Leo Vincent Gordon, the tough guy who played a tough guy

Leo Vincent Gordon (December 2, 1922 – December 26, 2000) was a film and television character actor,  screenplay writer and novelist.

Gordon was born in Brooklyn in New York City on December 2, 1922 and raised poverty during the Great Depression. He left school in the eighth grade, went to work in construction and demolition, and  joined the Civilian Conservation Corps.
He enlisted in the Army in 1941, served  two years and received an undesirable discharge. (Undesirable discharge refers to discharge "conditions other than honorable.” It is generally given to a member of the military who does not qualify for an honorable discharge. An undesirable discharge does not involve punishment.)

Afterwards, he drifted to California where he attempted to rob a bar (and its patrons) the police showed up and in the ensuing gun battle Gordon was shot in the stomach. He recovered and was sentenced to five years in San Quentin Prison.

After prison he entered the American Academy of Dramatic Arts (ADA) on the GI bill and took acting lessons. Also enrolled in the same class was Grace Kelly and Anne Bancroft. For a time, Jason Robards, later a two-time Academy Award winner, was Gordon's instructor. He met his wife Lynn around that time. They stayed married for fifty years.

He appeared in several films but in the mid-1950 turned to television. His six0foot-two size, broad build and, intense features and his deep menacing voice, made him the perfect film bad guy.

While working with John Wayne in the film Hondo (1953), Gordon played a villain who gets killed by Wayne. Gordon recalled “In the scene . . . where he kills me down by the stream, I reach for my gun and he shoots me. I buckled up and pitched forward. Wayne hollered, "Cut! Cut!", even though John Farrow was directing. Wayne says to me, "What was that? When you get hit in the gut with a slug you go flying backwards". I pulled up my shirt to show him where I'd really been shot in the gut [by police while being arrested for armed robbery many years previously]: "Yeah? I got hit point blank and I went forward".

He turned to script writing and wrote Black Patch (1957)  The Cry Baby Killer, featured a young and unknown Jack Nicholson, You Can't Win 'Em All (1970) starring Tony Curtis and Charles Bronson,  Tobruk (1967), which starred Rock Hudson and George Peppard. As a television screenwriter he wrote nearly 50 scripts for Bonanza, Cheyenne and Maverick.
In 1997 he received the Golden Boot Award for his many years of work in westerns. In accepting the award the actor simply flashed a smile for his fans and remarked, "Thank God for typecasting"

After struggling with a brief illness, Gordon died of cardiac failure in his sleep, aged 78, at his home in Los Angeles, California, on December 26, 2000.

So Sixties

Recognize this house?
Backstage at Laugh In's window appearance sequence  

RFK in 1968

Dusty Springfield (born Mary Isobel Catherine Bernadette O'Brien, 16 April 1939 - 2 March 1999
Frank Sinatra photographed for the cover of his album Sinatra Swings, later retitled to Swing Along with Me, 1961

Audrey Hepburn and Cary Grant during the filming of Charade, Paris, 1963.
James Drury 

I adore this picture

A&P by John Updike

The New Yorker, 1961.

In walks these three girls in nothing but bathing suits. I'm in the third check-out slot, with my back to the door, so I don't see them until they're over by the bread. The one that caught my eye first was the one in the plaid green two-piece. She was a chunky kid, with a good tan and a sweet broad soft-looking can with those two crescents of white just under it, where the sun never seems to hit, at the top of the backs of her legs. I stood there with my hand on a box of HiHo crackers trying to remember if I rang it up or not. I ring it up again and the customer starts giving me hell. She's one of these cash-register-watchers, a witch about fifty with rouge on her cheekbones and no eyebrows, and I knowit made her day to trip me up. She'd been watching cash registers forty years and probably never seen a mistake before.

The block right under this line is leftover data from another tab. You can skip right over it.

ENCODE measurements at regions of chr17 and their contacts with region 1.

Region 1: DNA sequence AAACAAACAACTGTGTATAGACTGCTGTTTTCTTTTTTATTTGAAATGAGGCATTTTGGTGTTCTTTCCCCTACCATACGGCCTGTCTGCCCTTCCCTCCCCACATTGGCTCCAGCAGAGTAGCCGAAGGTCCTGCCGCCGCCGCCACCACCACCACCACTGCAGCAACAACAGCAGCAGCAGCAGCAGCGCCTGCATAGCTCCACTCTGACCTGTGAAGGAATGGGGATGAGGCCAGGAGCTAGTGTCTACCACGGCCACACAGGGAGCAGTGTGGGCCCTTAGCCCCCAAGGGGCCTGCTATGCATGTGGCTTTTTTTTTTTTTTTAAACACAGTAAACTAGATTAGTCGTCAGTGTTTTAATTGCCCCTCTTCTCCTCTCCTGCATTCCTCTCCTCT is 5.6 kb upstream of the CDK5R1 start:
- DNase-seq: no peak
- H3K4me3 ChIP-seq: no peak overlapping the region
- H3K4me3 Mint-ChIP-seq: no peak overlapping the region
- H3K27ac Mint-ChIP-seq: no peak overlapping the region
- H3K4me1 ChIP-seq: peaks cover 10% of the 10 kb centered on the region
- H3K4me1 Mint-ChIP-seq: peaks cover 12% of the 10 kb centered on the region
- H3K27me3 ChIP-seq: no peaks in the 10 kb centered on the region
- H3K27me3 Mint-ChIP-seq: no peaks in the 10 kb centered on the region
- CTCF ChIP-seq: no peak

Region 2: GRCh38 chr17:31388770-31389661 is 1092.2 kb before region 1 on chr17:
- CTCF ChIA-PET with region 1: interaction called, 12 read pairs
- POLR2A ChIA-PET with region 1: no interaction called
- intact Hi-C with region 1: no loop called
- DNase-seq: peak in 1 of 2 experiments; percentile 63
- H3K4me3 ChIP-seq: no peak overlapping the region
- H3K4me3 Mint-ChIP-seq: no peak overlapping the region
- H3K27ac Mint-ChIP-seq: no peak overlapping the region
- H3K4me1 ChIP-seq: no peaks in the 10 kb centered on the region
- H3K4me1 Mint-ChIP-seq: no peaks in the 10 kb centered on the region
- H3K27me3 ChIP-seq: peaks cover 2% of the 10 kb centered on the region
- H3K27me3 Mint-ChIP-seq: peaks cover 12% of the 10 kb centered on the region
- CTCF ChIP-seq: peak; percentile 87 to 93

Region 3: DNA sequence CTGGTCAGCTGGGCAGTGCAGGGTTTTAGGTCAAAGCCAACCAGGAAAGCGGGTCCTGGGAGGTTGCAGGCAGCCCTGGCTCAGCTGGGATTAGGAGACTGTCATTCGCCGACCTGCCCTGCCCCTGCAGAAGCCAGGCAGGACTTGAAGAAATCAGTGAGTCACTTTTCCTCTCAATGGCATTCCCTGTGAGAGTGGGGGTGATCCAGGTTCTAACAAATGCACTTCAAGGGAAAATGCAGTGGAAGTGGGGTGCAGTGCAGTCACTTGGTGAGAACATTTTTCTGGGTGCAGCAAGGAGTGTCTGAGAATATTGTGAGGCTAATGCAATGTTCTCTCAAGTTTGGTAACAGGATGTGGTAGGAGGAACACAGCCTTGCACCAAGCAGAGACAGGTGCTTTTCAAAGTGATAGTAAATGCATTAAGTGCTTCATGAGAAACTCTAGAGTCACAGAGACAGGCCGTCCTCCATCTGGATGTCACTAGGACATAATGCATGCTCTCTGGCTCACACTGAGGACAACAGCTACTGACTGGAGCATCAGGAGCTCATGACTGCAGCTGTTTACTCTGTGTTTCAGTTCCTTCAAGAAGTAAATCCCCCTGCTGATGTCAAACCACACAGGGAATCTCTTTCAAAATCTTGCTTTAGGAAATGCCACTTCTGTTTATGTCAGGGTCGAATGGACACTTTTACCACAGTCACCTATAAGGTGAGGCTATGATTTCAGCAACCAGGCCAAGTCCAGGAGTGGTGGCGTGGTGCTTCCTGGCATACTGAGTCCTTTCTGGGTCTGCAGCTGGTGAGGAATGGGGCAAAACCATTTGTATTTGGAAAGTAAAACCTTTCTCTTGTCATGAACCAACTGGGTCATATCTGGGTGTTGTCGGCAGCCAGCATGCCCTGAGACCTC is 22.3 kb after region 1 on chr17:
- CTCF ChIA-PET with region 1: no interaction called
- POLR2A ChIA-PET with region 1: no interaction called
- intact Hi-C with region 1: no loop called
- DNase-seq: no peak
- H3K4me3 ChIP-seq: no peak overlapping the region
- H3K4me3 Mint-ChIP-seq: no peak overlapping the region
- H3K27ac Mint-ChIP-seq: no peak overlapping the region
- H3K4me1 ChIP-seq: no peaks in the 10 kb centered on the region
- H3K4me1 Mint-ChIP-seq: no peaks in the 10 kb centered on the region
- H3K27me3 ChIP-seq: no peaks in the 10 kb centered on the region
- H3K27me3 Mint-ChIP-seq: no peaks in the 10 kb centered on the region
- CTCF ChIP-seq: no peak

By the time I got her feathers smoothed and her goodies into a bag -- she gives me alittle snort in passing, if she'd been born at the right time they would have burned her over in Salem -- by the time I get her on her way the girls had circled around the bread and were coming back, without a pushcart, back my way along the counters, in the aisle between the check-outs and the Special bins. They didn't even have shoes on. There was this chunky one, with the two-piece -- it was bright green and the seams on the bra were still sharp and her belly was still pretty pale so I guessed she just got it (the suit) -- there was this one, with one of those chubby berry-faces, the lips all bunched together under her nose, this one, and a tall one, with black hair that hadn't quite frizzed right, and one of these sunburns right across under the eyes, and a chin that was too long -- you know, the kind of girl other girls think is very "striking" and "attractive" but never quite makes it, as they very well know, which is why they like her so much -- and then the third one, that wasn't quite so tall. She was the queen. She kind of led them, the other two peeking around and making their shoulders round. She didn't look around, not this queen, she just walked straight on slowly, on these long white prima donna legs. She came down a little hard on her heels, as if she didn't walk in her bare feet that much, putting down her heels and then letting the weight move along to her toes as if she was testing the floor with every step, putting a little deliberate extra action into it. You never know for sure how girls' minds work (do you really think it's a mind in there or just a little buzz like a bee in a glassjar?) but you got the idea she had talked the other two into coming in here with her, and now she was showing them how to do it, walk slow and hold yourself straight.